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Stock Strategist Industry Reports

Is Advertising Growth Becoming a Tough Sell?

Advertising growth is back, but growth rates are peaking.

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An improved advertising market was evident in the second-quarter results of media companies in our coverage universe. Media firms are benefiting from corporations increasing their marketing efforts, with  Proctor & Gamble (PG) as one high-profile example in the recent quarter. However, the rebound in advertising is not benefiting all advertising-dependent companies equally, as the secular shift in media consumption from print to online benefits companies like  Google (GOOG) at the expense of newspaper and magazine publishers. Even the newspaper segment at the  New York Times (NYT) has shown sequential improvement, but the secular headwinds facing U.S. newspaper publishers have kept ad growth rates from turning positive. We continue to think firms with exposure to online advertising and cable networks will take a greater share of the overall advertising pie in the long run.

While ad growth rates vary by media sector, we think the results of marketing conglomerates like  Omnicom (OMC),  Interpublic (IPG), and  WPP Group (WPPGY) are a good barometer of broad-based spending on marketing services, as these firms provide a wide variety of marketing services around the globe. During a second-quarter earning call, Omnicom CEO John Wren commented, "We continue to see evidence of a recovery in the U.S. and saw fairly strong revenue growth in the last quarter. As a result we're optimistic about the next few quarters but still remain cautious until the unemployment picture here markedly starts to improve." All three marketing conglomerates reported accelerating revenue growth, but the second quarter of 2009 was the worst quarter for all these companies during the recession. As a result, we think year-over-year ad growth rates may be near its peak, as year-over-year comps become more difficult in the back half of the year, especially in the fourth quarter.

Competitive positions of ad agency conglomerates remain intact
We recognize the media landscape is constantly evolving. However, the competitive positions of the ad agency conglomerates remain intact. While most large corporations have internal marketing departments, they still outsource the majority of their marketing needs (ad creation, brand strategy, media buying, public relations, etc.) to specialized agencies. These agencies often become highly integrated with their clients' operations, making it difficult for clients to switch to alternative providers. For example, WPP's average length of relationship with its top 10 clients is 50 years. Additionally, these conglomerates can provide their clients with global, multiplatform, integrated marketing campaigns. In 2009 Omnicom's top 100 clients were served by an average of 45 of Omnicom's individual agencies. Smaller, independent agencies cannot offer this, due to their focus on specific marketing disciplines, and narrow geographic focus.

As online advertising--especially Google's paid search platform--exploded onto the scene during the prior decade, many felt that the ad agencies would become disintermediated due to the availability of self-service advertising platforms. This speculation intensified as Google developed products to sell ad inventory for newspapers, radio, and television. All along, we've believed the breadth of services provided to--and depth of the relationships with--clients made these companies hard to replace. We were slightly vindicated when Google shut down its print and radio ad business. However, the recession in 2008 also cast doubts about the future of ad agencies, with naysayers fearing that corporations would demand lower prices or bring more services in house, and away from the ad agencies.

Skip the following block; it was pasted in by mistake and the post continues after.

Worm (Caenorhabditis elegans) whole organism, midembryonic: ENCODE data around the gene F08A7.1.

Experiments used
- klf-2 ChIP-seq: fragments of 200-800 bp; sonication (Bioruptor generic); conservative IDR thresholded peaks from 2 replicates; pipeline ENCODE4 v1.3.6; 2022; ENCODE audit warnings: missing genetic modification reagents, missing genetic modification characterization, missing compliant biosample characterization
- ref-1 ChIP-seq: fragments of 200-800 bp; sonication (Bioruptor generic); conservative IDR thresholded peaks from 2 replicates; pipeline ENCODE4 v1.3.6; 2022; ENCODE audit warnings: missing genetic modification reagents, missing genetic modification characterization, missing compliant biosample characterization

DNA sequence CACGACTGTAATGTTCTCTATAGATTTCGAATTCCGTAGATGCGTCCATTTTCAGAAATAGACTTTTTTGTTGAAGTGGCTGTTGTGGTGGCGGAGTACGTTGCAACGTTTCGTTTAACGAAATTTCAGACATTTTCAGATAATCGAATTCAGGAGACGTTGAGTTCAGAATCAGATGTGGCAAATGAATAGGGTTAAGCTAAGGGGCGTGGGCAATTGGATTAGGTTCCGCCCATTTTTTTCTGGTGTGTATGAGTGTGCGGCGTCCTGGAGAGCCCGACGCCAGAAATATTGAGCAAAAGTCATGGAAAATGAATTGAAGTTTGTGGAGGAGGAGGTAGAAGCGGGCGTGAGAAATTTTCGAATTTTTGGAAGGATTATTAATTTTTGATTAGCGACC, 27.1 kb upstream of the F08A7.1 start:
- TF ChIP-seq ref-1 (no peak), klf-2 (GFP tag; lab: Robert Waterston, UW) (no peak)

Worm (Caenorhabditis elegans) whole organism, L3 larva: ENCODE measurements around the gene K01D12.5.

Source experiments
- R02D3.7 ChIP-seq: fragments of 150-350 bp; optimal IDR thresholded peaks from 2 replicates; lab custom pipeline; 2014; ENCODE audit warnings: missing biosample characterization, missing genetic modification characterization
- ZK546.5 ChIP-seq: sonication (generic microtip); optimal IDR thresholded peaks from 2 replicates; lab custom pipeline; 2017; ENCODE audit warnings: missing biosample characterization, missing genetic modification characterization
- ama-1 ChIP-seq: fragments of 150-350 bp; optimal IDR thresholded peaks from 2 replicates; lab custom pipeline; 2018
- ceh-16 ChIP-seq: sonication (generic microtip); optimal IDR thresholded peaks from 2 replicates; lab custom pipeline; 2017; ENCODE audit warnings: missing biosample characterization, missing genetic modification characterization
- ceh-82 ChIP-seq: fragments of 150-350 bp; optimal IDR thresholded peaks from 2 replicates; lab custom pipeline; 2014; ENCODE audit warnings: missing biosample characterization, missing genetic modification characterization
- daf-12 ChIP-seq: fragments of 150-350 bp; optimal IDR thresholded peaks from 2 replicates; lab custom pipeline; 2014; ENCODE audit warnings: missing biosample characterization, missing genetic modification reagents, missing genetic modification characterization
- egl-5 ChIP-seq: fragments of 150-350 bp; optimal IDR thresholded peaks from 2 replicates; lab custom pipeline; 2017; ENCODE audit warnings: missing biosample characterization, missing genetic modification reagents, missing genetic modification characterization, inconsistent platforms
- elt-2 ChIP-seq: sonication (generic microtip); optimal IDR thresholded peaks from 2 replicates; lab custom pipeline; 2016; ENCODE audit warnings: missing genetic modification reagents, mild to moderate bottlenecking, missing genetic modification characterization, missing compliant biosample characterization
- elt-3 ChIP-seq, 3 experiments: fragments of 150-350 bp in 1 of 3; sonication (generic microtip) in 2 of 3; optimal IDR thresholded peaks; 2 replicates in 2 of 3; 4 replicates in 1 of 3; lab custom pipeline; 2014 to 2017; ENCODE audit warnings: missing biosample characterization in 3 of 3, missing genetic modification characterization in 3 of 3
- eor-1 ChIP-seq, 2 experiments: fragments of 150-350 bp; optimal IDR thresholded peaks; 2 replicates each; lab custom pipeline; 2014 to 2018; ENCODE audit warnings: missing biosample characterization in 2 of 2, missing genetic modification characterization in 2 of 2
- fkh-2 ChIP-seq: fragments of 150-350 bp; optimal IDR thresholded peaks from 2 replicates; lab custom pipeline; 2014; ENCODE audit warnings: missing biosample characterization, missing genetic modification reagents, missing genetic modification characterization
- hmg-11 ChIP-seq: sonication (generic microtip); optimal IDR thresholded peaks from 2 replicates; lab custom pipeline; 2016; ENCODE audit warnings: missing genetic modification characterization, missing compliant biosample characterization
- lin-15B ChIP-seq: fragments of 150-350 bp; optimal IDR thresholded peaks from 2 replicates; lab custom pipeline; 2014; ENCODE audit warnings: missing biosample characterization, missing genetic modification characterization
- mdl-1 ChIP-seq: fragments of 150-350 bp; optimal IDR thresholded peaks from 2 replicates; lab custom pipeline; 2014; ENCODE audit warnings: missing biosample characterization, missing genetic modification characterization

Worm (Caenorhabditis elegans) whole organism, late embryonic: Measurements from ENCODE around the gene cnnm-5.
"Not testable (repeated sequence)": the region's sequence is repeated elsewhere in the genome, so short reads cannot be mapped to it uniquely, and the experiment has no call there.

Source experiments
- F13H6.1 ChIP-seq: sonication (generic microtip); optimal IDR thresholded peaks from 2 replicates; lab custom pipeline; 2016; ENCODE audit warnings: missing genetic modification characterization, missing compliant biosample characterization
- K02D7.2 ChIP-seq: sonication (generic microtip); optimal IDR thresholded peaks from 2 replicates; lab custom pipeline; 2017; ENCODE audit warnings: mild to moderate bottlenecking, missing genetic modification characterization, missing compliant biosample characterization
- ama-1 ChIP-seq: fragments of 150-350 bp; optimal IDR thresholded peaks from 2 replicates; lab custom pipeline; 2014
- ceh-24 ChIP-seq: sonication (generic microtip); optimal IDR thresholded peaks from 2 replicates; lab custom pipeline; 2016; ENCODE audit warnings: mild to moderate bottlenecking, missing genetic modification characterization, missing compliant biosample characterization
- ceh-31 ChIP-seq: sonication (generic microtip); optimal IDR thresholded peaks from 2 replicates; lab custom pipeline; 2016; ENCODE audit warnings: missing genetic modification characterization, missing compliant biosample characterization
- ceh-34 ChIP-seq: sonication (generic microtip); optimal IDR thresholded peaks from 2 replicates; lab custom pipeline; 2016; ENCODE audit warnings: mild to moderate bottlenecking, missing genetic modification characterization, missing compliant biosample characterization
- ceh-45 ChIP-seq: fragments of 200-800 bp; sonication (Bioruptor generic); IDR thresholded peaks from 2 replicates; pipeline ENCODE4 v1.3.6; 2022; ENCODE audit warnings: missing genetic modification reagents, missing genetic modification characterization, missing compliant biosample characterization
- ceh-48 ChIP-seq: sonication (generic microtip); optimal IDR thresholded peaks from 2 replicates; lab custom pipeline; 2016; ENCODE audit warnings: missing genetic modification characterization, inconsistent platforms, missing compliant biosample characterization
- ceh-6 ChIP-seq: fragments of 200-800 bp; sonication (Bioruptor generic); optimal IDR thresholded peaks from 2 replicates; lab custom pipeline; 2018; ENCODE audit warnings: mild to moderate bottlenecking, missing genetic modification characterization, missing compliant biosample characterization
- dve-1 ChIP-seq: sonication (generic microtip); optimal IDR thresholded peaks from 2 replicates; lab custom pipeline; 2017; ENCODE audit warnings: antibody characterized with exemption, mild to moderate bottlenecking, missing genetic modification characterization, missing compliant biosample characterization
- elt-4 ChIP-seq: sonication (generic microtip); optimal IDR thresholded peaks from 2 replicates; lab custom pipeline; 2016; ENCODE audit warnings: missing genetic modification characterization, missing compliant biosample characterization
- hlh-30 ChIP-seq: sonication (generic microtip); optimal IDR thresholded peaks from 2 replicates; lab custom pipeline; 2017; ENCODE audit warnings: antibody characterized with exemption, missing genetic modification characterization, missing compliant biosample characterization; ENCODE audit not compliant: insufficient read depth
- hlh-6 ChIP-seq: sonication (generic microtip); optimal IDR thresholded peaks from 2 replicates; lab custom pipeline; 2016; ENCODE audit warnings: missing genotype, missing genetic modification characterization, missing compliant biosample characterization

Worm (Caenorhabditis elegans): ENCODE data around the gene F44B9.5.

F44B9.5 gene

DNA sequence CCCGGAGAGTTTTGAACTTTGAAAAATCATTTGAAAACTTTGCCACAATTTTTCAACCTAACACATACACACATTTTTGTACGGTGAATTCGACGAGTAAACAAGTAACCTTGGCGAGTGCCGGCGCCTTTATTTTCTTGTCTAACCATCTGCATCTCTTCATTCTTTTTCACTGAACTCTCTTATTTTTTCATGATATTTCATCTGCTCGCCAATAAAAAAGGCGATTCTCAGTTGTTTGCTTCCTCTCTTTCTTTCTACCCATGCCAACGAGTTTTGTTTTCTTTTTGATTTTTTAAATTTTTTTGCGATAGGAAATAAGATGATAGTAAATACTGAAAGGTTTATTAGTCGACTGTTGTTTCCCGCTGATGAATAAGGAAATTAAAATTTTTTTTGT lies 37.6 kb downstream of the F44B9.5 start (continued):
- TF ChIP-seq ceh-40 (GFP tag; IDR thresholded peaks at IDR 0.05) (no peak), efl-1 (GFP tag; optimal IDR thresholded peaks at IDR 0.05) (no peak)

However, as shown in the above table, revenue growth at the marketing conglomerates has rebounded along with the overall advertising market. This confirms our thesis that these companies play an important and indispensable role for marketers within corporations. Additionally, we expect online advertising--especially search advertising--to gain market share. Online advertising has become more complex than ever with the number of options growing--search, pre-roll video ads, overlay video ads, display through publishers, ad networks, and ad exchanges, among others. Therefore, corporate marketing teams are turning to outside ad agencies for assistance. Google has recognized this trend as well: Last April, Google announced a new technology solution that allows ad agencies to interact directly with its search platform.

Between late 2008 and early 2009, the stock prices of marketing conglomerate stocks such as Omnicom, Interpublic, and WPP fell to recessionary lows when advertising trends were declining (and we had 5-star ratings on the stocks). Since then, as the ad environment has improved, the stocks have rebounded significantly. We currently think shares of Omnicom and Interpublic are slightly undervalued, at a price/fair value ratios of 0.88 and 0.91, respectively, and WPP is currently trading near our fair value estimate.

Larry Witt, CFA, contributed to this article.

Michael Corty does not own (actual or beneficial) shares in any of the securities mentioned above. Find out about Morningstar’s editorial policies.